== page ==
For decades since the World War II, the name Adolf Hitler has been synonymous with monster all over the world. But to 17-year-old Gretchen Muller, AdoFor decades since the World War II, the name Adolf Hitler has been synonymous with monster all over the world. But to 17-year-old Gretchen Muller, Adolf Hitler is simply Uncle Dolf, protector, substitute father, a great leader and a kind, gentle man. If he wasn’t, why would Gretchen’s own father jump in front of a bullet to protect him? Why would this somewhat strange Austrian take Gretchen’s entire family under his wing?
We must keep in mind that Blankman portrays Germany in 1931, before the Third Reich, when Hitler’s intentions were still hidden behind clever rhetoric and only those closest to him had any inkling of the monster he truly was. Beatings and political assassinations were done covertly, and this young girl had nothing but the word of a trusted family friend to help form her opinion of the world.
The Gretchen we meet at the beginning of this story is a follower, a brainwashed creature, Hitler’s golden pet. Even though she wishes to become a doctor, she isn’t used to thinking for herself because, as Hitler likes to point out, a young girl’s brain is like wax, soft and pliable, ready to be shaped at any man’s will. But as things around her stop making sense and even her father’s heroic death comes into question, Gretchen has no choice but to discover the very dangerous truth and find her own independence in the process.
Through it all, she is accompanied by the most unlikely of allies, a young Jewish journalist named Daniel Cohen. All her life, Gretchen’s been taught that Jews are filthy, evil and subhuman, but there Daniel is, kind, smart, outspoken and entirely too pleasant to be anything but a real, warm human being, just like Gretchen herself. As the two form a very tentative friendship, Gretchen starts seeing the world through her own eyes for the very first time, and she is terrified of what she sees.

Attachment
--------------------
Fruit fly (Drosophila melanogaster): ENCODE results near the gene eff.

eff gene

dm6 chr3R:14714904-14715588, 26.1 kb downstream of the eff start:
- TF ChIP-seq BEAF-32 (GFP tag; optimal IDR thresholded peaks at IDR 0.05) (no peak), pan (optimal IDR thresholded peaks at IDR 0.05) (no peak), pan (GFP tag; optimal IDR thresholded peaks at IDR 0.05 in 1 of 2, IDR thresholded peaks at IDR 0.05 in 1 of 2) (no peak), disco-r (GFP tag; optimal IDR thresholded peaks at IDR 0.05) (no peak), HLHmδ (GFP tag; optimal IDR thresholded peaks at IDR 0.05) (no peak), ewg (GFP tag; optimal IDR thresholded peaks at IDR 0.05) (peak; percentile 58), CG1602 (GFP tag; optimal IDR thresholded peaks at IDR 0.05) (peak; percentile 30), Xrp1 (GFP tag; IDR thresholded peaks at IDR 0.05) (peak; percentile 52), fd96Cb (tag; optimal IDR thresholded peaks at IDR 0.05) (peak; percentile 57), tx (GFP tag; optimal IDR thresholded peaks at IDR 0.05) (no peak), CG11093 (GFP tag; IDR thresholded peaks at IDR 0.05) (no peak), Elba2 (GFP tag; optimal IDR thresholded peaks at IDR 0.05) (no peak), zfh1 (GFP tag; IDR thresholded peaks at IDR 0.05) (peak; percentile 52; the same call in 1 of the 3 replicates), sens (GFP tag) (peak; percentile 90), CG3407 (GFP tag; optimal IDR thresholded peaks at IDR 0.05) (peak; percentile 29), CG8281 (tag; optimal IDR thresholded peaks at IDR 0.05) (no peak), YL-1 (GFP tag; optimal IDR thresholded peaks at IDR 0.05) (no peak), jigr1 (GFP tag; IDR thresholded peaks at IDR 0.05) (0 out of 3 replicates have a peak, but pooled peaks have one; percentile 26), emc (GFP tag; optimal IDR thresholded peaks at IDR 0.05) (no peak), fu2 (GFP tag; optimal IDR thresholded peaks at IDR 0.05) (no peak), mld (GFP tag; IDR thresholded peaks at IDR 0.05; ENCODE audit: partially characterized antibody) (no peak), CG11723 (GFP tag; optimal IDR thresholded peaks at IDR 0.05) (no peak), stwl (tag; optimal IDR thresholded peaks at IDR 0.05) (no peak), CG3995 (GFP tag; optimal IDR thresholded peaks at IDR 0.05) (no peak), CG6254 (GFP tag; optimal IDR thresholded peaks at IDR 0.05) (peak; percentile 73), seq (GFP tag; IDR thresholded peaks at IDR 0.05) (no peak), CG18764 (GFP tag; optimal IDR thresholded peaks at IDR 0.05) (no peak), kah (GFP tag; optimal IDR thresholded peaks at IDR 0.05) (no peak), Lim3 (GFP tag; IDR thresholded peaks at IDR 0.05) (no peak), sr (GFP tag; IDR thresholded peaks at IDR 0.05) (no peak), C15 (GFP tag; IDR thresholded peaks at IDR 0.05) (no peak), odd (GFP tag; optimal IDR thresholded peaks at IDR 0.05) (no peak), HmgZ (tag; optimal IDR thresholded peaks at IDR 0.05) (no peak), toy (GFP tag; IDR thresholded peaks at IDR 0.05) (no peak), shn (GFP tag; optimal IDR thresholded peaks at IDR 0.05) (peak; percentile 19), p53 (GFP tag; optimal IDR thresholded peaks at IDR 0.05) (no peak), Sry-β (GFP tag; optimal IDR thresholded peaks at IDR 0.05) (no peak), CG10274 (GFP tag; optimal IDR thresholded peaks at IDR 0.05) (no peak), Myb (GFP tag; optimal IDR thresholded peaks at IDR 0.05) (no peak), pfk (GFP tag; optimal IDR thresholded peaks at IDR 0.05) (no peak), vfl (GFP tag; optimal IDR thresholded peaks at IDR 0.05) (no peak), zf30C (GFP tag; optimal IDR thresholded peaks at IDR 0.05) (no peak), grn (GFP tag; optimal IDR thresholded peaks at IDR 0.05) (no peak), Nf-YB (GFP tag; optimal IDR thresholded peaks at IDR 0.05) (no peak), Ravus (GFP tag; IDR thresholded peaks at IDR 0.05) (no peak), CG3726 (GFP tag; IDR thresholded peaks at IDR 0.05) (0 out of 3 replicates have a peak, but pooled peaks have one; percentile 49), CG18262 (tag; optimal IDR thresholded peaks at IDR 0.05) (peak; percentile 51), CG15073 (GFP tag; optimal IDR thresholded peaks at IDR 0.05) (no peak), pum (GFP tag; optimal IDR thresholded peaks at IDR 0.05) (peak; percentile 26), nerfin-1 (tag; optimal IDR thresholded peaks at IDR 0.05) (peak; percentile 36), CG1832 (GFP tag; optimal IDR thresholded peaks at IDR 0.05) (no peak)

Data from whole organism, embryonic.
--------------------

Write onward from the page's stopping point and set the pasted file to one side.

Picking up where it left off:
The Prisoner of Night and Fog is an extensively researched novel. In fact, not many novels come with an author’s note and a bibliography attached. Having done the research myself once upon a time, I am quite familiar with pre-WWII German history myself, and Anne Blankman did her job well. Everything from German educational system to the personalities of Hitler’s elite is accurate and well presented.
On top of it all, Blankman explores psychopathic personality disorder, not only through Hitler, but through Gretchen’s brother Reinhart as well. It is easy to see how people like Reinhart became The Fuhrer’s most trusted soldiers, following age-old rule that like calls to like.
Even those with superficial knowledge of the time period will easily recognize the impossibility of Gretchen’s situation, the slim chances of survival for her and Daniel both. It is almost impossible to see a satisfactory ending for these characters, knowing what we know of Hitler’s rise to power. Blankman counted on this feeling of dread that inevitably rises and used it to this story’s best advantage. The end result is one of the best books I’ve read in ages, with the potential to win both prizes and the hearts of readers everywhere.
There’s something to be said about books that take you completely by surprise, grab you with their first few words sometime late in the evening and reThere’s something to be said about books that take you completely by surprise, grab you with their first few words sometime late in the evening and refuse to let go until the very last page, when you, bleary-eyed but elated, finally go to sleep already thinking about the next installment. Queen of the Tearling came to me in a month when I had little time and even less patience for fiction, and yet it held my attention from start to finish, leaving me thrilled and completely breathless in the end.